Read Psalm 119:50, Isaiah 50:4, and Philemon 1:7 for additional ideas on how to become a better comforter.
Who is someone you know who needs comfort? How can you lovingly come alongside this person?
I’m often tongue-tied when I attend a funeral or visit someone in the hospital. As soon as I open my mouth, it concerns me that I’m sounding like one of Job’s friends. They were better comforters when they kept their mouths shut rather than when they opened them (Job 2:11-13). Their advice and consolation to Job sounded like the exact words I might have spoken. They argued forcefully and their arguments seemed so pious, leading Philip Yancey to comment: “If today we had only Job 3–37, we would judge the three friends as the true heroes of the book.” But God was angry with them (Job 42:7).
So, it occurred to me to simply keep my mouth shut around the grieving and hurting. But that misses the point.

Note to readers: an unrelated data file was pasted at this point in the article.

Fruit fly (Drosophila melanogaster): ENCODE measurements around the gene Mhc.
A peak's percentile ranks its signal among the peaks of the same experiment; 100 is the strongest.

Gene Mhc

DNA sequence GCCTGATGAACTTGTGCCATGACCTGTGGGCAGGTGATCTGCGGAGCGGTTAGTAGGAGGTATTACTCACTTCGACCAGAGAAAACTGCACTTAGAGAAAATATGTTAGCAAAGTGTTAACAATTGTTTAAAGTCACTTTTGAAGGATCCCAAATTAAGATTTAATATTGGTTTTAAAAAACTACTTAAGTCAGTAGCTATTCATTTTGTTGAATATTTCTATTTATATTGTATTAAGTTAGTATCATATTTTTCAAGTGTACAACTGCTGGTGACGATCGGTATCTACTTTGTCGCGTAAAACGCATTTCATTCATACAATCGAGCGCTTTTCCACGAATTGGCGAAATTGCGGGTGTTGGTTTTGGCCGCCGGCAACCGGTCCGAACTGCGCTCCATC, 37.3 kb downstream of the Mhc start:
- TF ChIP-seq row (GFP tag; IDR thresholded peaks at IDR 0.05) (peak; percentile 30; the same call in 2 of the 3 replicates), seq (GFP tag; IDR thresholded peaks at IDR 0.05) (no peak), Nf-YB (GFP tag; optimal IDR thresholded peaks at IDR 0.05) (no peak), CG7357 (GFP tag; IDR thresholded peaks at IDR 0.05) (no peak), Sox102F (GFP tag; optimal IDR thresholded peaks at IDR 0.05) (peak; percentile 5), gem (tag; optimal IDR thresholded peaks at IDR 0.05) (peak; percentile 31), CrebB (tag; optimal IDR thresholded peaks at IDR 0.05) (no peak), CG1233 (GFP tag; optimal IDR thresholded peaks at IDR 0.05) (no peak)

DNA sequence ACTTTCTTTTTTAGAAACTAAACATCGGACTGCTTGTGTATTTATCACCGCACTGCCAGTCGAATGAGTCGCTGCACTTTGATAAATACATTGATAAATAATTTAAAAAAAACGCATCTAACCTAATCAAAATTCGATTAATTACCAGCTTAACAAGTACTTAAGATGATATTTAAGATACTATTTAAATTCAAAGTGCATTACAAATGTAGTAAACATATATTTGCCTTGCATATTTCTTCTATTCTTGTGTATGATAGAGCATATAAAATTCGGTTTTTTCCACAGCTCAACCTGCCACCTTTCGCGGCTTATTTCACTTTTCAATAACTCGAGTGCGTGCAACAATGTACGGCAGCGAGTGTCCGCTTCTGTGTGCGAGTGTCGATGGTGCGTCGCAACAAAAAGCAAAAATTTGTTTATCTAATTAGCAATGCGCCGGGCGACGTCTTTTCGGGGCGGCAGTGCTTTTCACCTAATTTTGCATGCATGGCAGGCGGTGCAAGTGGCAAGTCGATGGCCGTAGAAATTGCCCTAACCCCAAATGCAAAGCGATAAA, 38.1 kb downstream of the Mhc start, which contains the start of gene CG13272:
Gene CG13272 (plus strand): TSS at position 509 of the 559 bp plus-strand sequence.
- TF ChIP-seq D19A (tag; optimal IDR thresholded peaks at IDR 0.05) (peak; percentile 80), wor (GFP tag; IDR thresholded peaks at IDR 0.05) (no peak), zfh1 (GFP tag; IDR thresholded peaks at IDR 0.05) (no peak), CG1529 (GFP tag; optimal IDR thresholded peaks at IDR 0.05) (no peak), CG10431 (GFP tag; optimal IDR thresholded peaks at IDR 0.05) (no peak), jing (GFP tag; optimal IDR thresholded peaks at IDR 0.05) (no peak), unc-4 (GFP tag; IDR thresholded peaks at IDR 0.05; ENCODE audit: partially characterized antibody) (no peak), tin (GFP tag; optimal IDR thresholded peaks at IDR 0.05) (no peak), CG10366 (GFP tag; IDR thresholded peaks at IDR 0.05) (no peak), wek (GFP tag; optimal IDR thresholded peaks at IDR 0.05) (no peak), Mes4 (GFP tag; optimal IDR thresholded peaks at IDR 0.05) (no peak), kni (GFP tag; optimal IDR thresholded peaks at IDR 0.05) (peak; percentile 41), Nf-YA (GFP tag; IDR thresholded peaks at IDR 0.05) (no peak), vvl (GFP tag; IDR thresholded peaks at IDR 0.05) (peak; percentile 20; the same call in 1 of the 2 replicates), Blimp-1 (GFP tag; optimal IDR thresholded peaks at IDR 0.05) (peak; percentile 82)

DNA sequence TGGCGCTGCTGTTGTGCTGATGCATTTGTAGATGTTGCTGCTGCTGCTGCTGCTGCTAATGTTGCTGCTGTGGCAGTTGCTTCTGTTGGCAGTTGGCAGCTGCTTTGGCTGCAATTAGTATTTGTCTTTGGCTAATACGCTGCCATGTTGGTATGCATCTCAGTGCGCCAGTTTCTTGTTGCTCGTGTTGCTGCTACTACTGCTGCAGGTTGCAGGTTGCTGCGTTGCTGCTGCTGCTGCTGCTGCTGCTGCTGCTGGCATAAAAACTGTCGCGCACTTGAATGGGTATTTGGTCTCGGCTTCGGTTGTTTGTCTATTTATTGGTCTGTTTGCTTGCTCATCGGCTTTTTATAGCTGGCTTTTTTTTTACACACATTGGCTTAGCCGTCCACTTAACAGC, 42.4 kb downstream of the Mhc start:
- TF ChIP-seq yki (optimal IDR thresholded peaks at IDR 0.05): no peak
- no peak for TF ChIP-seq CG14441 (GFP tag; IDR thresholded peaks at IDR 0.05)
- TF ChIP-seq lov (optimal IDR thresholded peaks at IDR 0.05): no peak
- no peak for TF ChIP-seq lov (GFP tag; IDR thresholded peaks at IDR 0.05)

God was not angry with Job’s friends because they opened their mouths but because they hadn’t spoken accurately about Him (Job 42:7-8). If you and I want to be better comforters, we need to know Jesus better and refrain from attempting to explain the inexplicable.
Sometimes we think that by offering explanations it will alleviate people’s suffering. But there are some answers that only God can provide. When we try to play God, we confound more than we help. In such instances, it’s wiser to humble ourselves before the Lord and affirm with the sufferer that we may not understand God’s ways, but we can trust in His wisdom, power, and love. That was how God answered Job in chapters 38 to 41. He didn’t offer any explanation. He simply reminded Job of who He is.
Oswald Chambers suggests: “The biggest thing you can do for those who are suffering is not to talk platitudes, not to ask questions, but to get into contact with God, and the ‘greater works’ will be done by prayer.”
NLT 365-day reading plan passage for today: Acts 28:1-14
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